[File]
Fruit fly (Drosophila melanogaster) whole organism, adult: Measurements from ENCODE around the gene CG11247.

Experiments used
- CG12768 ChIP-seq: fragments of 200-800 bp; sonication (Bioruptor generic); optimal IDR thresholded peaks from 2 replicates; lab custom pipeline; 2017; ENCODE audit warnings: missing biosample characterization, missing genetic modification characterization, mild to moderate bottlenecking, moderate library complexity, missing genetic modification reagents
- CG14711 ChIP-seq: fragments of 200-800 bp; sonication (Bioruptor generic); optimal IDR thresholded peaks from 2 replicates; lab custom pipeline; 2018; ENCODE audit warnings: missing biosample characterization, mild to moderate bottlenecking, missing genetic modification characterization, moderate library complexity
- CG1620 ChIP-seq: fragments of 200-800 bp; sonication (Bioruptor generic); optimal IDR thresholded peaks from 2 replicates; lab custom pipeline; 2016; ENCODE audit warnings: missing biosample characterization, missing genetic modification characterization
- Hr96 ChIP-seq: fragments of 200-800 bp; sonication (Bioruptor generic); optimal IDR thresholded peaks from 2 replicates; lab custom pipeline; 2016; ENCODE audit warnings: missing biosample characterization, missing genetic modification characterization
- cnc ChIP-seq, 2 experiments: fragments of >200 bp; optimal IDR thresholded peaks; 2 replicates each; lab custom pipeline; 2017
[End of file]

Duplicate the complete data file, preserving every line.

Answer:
Fruit fly (Drosophila melanogaster) whole organism, adult: Measurements from ENCODE around the gene CG11247.

Experiments used
- CG12768 ChIP-seq: fragments of 200-800 bp; sonication (Bioruptor generic); optimal IDR thresholded peaks from 2 replicates; lab custom pipeline; 2017; ENCODE audit warnings: missing biosample characterization, missing genetic modification characterization, mild to moderate bottlenecking, moderate library complexity, missing genetic modification reagents
- CG14711 ChIP-seq: fragments of 200-800 bp; sonication (Bioruptor generic); optimal IDR thresholded peaks from 2 replicates; lab custom pipeline; 2018; ENCODE audit warnings: missing biosample characterization, mild to moderate bottlenecking, missing genetic modification characterization, moderate library complexity
- CG1620 ChIP-seq: fragments of 200-800 bp; sonication (Bioruptor generic); optimal IDR thresholded peaks from 2 replicates; lab custom pipeline; 2016; ENCODE audit warnings: missing biosample characterization, missing genetic modification characterization
- Hr96 ChIP-seq: fragments of 200-800 bp; sonication (Bioruptor generic); optimal IDR thresholded peaks from 2 replicates; lab custom pipeline; 2016; ENCODE audit warnings: missing biosample characterization, missing genetic modification characterization
- cnc ChIP-seq, 2 experiments: fragments of >200 bp; optimal IDR thresholded peaks; 2 replicates each; lab custom pipeline; 2017